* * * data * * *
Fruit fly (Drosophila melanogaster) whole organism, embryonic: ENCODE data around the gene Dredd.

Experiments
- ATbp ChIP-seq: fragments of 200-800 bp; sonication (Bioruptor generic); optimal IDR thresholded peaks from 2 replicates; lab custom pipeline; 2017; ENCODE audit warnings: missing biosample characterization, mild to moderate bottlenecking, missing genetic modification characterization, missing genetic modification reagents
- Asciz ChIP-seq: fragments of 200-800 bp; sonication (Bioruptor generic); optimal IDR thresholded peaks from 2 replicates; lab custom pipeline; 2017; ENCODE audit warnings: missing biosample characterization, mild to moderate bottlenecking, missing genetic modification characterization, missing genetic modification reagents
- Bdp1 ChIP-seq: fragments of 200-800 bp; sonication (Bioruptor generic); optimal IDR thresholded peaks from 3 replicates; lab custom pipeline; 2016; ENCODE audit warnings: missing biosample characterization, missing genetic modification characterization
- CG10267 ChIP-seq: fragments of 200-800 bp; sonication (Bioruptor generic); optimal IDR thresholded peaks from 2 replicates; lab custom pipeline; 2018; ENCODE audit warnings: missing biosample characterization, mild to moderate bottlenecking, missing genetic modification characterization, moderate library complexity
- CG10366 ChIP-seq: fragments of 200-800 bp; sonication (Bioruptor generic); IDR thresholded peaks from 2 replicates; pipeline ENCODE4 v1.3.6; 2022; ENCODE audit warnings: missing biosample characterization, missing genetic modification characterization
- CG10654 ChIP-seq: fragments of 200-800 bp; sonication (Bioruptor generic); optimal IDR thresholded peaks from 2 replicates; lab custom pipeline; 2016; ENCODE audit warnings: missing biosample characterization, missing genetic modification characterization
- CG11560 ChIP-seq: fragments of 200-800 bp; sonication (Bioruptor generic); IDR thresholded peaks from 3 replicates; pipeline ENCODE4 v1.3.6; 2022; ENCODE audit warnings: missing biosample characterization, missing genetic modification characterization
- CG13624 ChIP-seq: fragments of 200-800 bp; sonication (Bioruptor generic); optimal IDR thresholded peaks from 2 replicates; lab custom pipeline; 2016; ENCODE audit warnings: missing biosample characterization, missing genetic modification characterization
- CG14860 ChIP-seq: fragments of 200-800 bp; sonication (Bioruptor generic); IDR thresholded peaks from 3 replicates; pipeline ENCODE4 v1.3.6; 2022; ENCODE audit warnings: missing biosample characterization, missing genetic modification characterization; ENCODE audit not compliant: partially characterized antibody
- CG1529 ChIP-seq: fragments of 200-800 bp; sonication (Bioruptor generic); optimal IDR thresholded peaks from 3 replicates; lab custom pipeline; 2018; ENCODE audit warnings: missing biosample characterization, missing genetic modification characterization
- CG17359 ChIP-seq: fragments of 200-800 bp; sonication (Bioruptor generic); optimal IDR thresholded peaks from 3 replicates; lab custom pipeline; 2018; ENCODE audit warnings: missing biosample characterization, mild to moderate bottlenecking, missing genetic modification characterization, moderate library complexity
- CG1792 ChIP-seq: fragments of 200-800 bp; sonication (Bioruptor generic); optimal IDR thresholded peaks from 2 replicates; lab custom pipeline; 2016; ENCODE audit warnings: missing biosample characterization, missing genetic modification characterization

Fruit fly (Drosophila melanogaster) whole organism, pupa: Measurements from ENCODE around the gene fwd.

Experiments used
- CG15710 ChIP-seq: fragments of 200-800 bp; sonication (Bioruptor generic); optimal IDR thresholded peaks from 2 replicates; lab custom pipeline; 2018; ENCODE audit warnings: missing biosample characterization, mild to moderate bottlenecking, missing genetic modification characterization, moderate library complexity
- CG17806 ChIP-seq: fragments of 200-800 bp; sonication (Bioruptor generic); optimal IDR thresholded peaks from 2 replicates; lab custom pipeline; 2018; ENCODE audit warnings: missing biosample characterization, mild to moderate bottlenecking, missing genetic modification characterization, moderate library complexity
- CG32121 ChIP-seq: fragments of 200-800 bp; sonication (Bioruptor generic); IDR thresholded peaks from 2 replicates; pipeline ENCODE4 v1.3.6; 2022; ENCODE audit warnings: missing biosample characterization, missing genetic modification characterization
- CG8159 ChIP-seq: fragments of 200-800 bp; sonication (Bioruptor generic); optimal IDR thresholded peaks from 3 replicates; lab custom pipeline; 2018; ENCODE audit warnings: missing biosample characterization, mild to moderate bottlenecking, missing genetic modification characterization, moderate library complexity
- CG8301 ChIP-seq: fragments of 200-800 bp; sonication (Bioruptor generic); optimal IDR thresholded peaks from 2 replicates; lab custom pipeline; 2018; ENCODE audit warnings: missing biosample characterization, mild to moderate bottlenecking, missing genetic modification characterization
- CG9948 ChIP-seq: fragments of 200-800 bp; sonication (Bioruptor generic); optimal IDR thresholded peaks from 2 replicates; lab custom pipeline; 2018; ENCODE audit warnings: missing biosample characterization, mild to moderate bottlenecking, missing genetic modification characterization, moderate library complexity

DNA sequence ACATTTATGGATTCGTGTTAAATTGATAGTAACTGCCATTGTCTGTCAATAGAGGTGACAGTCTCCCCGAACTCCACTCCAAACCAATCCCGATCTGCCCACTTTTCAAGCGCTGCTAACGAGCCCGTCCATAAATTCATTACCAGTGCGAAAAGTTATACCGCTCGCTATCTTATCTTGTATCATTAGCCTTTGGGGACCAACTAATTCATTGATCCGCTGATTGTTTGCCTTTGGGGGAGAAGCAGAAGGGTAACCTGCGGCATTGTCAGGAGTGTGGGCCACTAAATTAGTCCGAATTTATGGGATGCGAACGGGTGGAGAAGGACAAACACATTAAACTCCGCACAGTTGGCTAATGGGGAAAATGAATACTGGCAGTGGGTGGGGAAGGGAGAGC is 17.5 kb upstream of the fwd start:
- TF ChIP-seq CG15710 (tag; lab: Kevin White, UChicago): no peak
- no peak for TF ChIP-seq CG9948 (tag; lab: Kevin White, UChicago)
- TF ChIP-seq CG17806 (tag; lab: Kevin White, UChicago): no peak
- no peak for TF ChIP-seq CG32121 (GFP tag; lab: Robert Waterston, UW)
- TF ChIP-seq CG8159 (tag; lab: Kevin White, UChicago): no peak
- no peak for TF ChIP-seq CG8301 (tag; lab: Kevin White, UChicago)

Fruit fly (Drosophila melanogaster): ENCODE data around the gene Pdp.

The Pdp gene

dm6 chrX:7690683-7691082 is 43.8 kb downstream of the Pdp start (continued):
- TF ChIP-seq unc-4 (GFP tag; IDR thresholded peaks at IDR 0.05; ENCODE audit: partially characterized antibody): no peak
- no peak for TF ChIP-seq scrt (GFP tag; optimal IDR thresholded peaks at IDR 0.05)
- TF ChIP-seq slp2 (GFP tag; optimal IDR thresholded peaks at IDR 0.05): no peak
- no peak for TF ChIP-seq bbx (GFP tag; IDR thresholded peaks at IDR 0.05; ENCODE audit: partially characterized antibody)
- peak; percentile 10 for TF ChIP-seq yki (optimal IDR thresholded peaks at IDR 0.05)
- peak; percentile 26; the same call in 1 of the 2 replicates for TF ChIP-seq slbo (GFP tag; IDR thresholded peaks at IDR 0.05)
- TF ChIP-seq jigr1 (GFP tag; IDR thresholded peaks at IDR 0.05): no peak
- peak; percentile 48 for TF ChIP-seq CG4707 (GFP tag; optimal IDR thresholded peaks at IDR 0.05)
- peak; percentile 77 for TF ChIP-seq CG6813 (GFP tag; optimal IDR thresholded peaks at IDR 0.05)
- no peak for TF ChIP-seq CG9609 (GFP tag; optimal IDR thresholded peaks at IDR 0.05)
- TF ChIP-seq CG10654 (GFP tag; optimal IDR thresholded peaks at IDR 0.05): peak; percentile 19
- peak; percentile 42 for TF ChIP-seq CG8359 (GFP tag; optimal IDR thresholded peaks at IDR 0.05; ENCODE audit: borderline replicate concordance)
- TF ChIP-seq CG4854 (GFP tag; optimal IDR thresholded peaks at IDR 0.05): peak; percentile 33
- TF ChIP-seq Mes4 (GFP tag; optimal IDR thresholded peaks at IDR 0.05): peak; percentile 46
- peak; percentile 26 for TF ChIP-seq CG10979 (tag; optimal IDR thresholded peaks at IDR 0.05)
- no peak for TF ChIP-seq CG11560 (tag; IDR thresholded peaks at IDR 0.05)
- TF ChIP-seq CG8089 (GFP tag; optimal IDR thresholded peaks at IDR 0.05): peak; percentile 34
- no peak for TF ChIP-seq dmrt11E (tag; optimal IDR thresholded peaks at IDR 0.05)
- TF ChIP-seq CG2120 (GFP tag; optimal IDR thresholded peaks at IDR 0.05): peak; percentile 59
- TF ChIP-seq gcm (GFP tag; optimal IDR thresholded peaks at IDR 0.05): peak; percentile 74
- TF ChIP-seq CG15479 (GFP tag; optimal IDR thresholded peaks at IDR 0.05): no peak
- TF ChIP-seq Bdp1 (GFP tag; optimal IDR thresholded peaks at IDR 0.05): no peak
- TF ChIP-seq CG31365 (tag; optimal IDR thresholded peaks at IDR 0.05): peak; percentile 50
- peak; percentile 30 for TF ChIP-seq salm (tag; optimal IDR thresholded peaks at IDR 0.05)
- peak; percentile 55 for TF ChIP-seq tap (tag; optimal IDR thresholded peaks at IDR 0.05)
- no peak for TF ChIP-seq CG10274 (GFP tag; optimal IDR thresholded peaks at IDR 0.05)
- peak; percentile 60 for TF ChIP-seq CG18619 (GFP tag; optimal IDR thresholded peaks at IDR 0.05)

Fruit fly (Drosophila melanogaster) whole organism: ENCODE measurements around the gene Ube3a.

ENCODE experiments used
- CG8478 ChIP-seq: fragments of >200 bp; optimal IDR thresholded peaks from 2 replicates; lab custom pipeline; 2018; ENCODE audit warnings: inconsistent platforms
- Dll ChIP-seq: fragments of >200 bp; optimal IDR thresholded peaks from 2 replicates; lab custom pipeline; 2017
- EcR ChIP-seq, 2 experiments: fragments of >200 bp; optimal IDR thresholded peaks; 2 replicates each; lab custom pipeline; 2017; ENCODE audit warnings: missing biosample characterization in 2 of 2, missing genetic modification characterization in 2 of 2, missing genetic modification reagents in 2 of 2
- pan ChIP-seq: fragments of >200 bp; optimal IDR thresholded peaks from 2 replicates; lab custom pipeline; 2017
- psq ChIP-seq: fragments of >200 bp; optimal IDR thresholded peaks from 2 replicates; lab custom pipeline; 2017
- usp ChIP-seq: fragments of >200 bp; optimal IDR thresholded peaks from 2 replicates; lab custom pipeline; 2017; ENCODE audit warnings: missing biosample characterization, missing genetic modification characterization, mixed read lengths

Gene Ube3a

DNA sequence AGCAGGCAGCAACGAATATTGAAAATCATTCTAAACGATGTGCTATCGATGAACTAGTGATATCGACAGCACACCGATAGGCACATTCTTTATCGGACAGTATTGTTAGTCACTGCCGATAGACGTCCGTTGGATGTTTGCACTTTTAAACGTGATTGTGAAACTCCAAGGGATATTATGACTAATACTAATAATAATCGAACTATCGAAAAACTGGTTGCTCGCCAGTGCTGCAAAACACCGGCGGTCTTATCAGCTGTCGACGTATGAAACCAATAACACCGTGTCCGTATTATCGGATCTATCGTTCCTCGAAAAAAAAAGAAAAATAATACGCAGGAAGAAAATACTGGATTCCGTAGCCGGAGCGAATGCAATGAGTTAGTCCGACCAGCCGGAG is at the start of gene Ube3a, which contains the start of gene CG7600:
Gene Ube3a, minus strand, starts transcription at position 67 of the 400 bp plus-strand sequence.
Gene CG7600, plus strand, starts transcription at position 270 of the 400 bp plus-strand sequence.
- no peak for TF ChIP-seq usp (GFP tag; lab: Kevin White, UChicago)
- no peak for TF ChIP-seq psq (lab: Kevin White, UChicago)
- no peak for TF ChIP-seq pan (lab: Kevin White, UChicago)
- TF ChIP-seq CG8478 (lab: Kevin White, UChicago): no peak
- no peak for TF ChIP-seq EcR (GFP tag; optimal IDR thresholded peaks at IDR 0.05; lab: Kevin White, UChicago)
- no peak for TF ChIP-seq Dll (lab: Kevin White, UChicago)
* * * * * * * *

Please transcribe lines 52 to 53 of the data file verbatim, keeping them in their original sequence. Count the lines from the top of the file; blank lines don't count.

- TF ChIP-seq gcm (GFP tag; optimal IDR thresholded peaks at IDR 0.05): peak; percentile 74
- TF ChIP-seq CG15479 (GFP tag; optimal IDR thresholded peaks at IDR 0.05): no peak